There is little about which Israel’s political leadership agrees, but the death of Margaret Thatcher, three years ago, brought about a rare moment of consensus. From left and right, the former Prime Minister was lauded as a friend of the Jewish state and its people.
The plaudits were deserved but, as Azriel Bermant suggests, the picture was more complex than the tributes suggested. One of Mrs Thatcher’s first foreign visitors after she entered Downing Street was Menachem Begin. It was not a meeting of minds.
Despite her attempts to reassure him — “We only think of the good of Israel, we are friends,” Mrs Thatcher stated as she, Begin and her Foreign Secretary rowed about settlements and the future of the West Bank — it set the seal on a distinctly frosty relationship during much of her first term in office.
Begin was furious at her decision to join other European leaders in signing the Venice Declaration recognising the Palestinians’ right to self-determination and suggesting that the PLO be “associated” with any future negotiations.
Mrs Thatcher, in turn, was full-throated in her condemnation of the bombing of the Osirak nuclear reactor and the invasion of Lebanon.
Nor did it escape Jerusalem’s notice that, on her watch, restrictions were imposed on arms sales to Israel, even as Britain hawked its mili tary wares to Iraq, Jordan and Saudi Arabia. As Bermant convincingly argues, the strategic importance of bolstering Britain’s moderate allies and, especially in the wake of the invasion of Afghanistan, fending off Soviet expansionism in the region, often outweighed the fear of upsetting the Israeli government or the Jewish community.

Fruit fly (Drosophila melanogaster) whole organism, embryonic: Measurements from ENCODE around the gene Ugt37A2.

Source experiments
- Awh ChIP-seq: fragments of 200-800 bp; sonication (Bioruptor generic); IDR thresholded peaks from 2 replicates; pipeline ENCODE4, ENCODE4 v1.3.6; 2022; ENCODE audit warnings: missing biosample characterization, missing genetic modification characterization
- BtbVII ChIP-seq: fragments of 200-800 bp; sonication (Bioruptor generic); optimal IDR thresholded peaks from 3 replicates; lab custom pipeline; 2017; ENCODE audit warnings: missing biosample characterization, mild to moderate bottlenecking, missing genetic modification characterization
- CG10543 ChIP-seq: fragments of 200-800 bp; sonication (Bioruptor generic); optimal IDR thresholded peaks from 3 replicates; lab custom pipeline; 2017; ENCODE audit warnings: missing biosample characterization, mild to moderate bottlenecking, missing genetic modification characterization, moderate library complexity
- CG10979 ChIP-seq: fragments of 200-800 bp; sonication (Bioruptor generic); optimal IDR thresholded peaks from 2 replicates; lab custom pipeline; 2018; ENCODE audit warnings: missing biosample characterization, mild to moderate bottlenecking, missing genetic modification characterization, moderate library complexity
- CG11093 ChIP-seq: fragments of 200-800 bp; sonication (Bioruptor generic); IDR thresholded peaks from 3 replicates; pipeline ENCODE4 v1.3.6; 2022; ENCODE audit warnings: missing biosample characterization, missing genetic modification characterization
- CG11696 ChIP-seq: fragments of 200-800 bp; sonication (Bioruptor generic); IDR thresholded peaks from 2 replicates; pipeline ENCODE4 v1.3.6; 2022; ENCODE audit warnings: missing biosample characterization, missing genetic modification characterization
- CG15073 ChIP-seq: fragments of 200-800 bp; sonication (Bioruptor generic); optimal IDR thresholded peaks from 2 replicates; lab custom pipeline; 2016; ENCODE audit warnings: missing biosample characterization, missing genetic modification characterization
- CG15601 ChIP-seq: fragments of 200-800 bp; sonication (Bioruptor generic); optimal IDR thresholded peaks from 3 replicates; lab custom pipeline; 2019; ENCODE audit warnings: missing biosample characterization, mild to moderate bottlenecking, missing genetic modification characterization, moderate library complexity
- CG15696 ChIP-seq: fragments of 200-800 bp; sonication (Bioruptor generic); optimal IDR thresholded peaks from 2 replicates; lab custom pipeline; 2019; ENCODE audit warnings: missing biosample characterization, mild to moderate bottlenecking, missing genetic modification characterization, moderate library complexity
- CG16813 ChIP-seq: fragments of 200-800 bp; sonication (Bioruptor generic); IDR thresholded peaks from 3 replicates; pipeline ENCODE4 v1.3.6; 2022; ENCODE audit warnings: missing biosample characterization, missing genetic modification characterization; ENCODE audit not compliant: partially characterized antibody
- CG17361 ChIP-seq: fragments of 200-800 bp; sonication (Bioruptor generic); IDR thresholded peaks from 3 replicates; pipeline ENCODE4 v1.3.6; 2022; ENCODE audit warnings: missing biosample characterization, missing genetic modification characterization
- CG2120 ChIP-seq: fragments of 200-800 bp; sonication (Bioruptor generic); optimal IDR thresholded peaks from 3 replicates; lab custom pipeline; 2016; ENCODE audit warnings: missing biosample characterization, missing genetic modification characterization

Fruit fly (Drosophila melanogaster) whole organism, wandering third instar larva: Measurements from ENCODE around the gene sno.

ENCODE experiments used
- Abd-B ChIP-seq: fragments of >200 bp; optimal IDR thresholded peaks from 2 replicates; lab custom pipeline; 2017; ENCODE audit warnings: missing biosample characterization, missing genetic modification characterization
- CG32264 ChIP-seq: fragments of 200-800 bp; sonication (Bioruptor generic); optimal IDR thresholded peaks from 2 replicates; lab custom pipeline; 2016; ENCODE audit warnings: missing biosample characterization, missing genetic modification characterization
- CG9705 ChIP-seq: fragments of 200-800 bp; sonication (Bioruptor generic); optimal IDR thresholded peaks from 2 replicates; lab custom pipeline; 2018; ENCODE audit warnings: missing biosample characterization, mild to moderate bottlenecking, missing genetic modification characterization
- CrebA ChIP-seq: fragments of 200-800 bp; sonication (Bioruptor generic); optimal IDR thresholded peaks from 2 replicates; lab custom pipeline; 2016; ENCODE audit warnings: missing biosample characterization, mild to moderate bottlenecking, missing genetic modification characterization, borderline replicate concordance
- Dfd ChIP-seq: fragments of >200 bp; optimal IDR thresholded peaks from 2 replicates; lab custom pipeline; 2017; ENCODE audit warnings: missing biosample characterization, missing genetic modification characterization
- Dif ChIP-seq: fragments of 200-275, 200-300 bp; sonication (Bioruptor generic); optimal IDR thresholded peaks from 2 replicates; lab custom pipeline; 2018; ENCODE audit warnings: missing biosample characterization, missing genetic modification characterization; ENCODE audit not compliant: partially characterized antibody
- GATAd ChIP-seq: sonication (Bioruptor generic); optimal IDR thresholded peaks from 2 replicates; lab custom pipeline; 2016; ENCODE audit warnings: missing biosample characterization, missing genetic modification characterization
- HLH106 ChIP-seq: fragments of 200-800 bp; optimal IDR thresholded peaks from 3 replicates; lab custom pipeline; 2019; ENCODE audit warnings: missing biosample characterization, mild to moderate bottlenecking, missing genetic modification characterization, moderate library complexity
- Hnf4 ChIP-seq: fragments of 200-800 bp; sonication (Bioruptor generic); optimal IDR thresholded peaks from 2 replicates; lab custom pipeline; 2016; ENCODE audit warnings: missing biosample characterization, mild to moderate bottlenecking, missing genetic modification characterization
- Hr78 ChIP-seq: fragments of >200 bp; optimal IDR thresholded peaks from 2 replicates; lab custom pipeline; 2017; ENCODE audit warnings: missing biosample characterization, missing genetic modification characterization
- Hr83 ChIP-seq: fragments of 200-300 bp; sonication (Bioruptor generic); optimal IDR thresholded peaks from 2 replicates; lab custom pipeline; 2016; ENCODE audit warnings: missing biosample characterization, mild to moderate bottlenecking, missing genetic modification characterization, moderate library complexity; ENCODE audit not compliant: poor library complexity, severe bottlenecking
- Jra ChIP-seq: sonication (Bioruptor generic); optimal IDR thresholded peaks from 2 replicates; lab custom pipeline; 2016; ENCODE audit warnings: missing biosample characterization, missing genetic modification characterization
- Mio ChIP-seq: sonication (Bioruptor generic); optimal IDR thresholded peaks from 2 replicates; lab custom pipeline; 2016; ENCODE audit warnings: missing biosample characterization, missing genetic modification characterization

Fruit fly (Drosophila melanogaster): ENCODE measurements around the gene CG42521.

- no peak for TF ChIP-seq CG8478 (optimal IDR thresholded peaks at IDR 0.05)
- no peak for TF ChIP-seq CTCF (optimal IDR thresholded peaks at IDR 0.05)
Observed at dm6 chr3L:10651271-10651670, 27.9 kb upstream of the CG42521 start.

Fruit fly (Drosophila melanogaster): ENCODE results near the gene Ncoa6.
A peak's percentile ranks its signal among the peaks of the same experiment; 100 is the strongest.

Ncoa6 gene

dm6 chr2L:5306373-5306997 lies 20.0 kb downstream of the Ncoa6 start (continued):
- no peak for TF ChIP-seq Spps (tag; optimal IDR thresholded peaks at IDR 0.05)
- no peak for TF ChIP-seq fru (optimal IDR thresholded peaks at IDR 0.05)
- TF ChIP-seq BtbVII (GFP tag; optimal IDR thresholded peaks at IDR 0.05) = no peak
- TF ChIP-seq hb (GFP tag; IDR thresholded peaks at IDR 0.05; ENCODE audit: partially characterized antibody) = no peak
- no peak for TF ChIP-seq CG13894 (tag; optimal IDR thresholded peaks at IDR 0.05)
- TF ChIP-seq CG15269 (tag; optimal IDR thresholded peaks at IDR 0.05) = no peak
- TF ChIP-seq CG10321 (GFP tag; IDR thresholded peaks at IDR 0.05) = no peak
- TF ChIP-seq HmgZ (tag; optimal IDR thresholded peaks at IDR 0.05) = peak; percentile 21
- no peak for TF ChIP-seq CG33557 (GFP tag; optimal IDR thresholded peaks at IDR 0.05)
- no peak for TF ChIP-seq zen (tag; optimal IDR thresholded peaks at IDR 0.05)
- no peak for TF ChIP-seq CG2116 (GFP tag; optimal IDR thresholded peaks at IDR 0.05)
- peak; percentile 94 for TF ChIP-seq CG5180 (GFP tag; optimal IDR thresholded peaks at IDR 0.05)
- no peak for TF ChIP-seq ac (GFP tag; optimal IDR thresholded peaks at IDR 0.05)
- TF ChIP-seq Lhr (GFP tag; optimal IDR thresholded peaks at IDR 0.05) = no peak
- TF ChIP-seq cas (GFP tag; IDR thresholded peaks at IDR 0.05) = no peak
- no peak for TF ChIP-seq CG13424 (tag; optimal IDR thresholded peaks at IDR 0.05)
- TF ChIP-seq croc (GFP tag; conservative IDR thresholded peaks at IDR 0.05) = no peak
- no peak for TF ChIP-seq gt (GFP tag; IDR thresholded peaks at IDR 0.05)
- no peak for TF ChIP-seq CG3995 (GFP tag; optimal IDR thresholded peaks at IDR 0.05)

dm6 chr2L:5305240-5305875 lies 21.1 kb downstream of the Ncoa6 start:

If she despaired of Begin and Yitzhak Shamir, Thatcher grasped the opportunity afforded by Shimon Peres’s short stint as PM in the mid-1980s to try to advance the peace process: using her strong per sonal relationships with Peres and King Hussein of Jordan to act as a “bridge” between the two while, albeit largely unsuccessfully, tirelessly lobbying the Reagan administration to seize the moment she had identified. Her visit to Israel in 1986 was consciously designed to bolster Peres domestically.
Whatever tensions existed with the three men who served as PM during her time in Downing Street, Thatcher’s basic commitment to Israel was not in doubt.
It is in exploring its roots that this well-written, meticulously researched book sometimes falls a little short. The story of Edith Muhlbauer, the refugee whom the young Margaret Roberts’s family helped to escape from Austria in 1939, and whose plight instilled in the future Prime Minister a life-long detestation of antisemitism, goes untold.
Likewise, her deep admiration for Jewish values, her close friendship with Immanuel Jakobovits (with whom, as was often the case, she saw eye-to-eye on Israel) and the importance of part nerships with Jewish Tories, notably her political mentor, Sir Keith Joseph.
As Malcolm Rifkind — one of six Jews she would later appoint to her Cabinet — wrote after Mrs Thatcher’s first visit to Israel after becoming Opposition leader: “Israel is, in many ways, the embodiment of many of Margaret Thatcher’s own values. Self-help, hard work and an interesting combination of stubbornness and enterprise would be an appropriate description of both Israel and the Leader of the Conservative Party.”
These matters are not central to the author’s task embodied in his title but, without such full context, Mrs Thatcher’s Middle East policy is less explicable and, perhaps, less interesting.
Robert Philpot’s book on Margaret Thatcher’s relationship with the Jewish community will be published next year